A Call for an Epistemic Look at Inconsistencies between ESL/ESL Teachers' Beliefs and Teaching Practice
International Journal of Academic Research in Business and Social Sciences
Almost all previous research on ESL/ESL teachers' stated beliefs is indicative of little or partial correspondence between what ESL/EFL teachers believe about teaching and what they do in class. Phipps and Borg (2009) attribute the cause of this inconsistency to the lack of close attention to the differences between teachers' core and peripheral beliefs in research on teaches' beliefs. Core beliefs are fundamental to an individual's belief system, associated with other beliefs, and are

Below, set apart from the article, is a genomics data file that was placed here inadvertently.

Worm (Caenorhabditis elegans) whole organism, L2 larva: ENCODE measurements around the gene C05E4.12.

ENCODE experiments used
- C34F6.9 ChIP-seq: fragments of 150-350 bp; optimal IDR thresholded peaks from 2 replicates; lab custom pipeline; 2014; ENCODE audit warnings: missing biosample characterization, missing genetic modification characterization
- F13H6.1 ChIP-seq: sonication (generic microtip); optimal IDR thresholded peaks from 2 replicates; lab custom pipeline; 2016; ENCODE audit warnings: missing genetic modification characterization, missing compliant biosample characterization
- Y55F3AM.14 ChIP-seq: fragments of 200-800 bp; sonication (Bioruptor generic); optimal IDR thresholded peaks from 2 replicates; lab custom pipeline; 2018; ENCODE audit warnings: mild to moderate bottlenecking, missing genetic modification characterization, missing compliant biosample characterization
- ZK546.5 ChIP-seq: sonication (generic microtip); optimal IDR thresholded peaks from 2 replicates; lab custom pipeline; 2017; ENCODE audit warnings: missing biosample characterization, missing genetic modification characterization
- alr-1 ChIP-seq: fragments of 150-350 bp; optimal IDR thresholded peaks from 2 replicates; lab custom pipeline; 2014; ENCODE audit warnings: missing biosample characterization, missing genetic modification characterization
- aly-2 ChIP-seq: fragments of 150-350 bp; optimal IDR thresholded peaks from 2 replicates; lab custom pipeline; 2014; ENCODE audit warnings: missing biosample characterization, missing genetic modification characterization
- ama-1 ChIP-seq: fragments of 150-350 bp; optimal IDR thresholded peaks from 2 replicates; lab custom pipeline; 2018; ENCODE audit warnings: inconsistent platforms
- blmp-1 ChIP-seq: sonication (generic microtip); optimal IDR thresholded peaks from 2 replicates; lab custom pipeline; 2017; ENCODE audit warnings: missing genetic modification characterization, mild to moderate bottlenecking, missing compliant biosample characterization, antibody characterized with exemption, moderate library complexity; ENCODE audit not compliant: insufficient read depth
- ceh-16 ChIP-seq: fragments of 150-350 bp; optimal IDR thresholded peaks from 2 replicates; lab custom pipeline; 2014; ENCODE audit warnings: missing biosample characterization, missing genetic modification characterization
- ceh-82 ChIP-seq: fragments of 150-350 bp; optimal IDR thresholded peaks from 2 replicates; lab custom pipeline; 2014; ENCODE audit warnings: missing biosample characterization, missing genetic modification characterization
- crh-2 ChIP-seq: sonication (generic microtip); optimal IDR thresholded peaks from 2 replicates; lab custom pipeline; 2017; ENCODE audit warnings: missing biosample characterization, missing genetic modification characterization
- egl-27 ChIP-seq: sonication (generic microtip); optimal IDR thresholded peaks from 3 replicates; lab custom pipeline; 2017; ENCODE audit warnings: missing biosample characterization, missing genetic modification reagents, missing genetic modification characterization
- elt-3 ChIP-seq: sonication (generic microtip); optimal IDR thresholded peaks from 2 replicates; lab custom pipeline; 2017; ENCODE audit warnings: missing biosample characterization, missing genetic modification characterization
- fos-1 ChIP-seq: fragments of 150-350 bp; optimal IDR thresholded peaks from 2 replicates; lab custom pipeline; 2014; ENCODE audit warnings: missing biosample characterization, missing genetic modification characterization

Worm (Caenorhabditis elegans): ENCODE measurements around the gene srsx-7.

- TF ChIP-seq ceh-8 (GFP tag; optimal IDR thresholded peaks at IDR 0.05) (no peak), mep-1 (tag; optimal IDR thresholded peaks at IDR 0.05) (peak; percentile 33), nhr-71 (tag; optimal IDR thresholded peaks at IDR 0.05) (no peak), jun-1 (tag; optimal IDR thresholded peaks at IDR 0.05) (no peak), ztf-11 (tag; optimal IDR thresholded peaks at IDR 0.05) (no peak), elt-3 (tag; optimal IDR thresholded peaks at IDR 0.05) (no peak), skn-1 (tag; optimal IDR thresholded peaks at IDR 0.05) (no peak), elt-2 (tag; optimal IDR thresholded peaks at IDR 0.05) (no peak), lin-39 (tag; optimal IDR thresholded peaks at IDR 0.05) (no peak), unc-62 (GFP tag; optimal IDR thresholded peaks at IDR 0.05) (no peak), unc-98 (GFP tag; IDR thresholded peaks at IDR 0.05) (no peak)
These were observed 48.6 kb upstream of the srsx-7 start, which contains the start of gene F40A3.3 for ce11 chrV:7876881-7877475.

... s, and are impervious to transformation and modification. On the other hand, peripheral beliefs are derivatives of core beliefs and are comparatively more easily modified. The little attention to the distinction between ESL/EFL teachers' core and peripheral beliefs can potentially result in recurring inconsistencies between teachers' stated beliefs and their teaching practice in future studies. This paper, therefore, suggests that epistemic beliefs (a system of more-or-less independent beliefs about knowledge and learning; Schommer, 1990) be used in future studies in eliciting ESL/EFL teachers' core beliefs. It is argued that epistemic beliefs elicitation provides researchers with teachers 'core and peripheral beliefs. In addition, teachers' core and peripheral beliefs and their relation to epistemic beliefs will be delineated.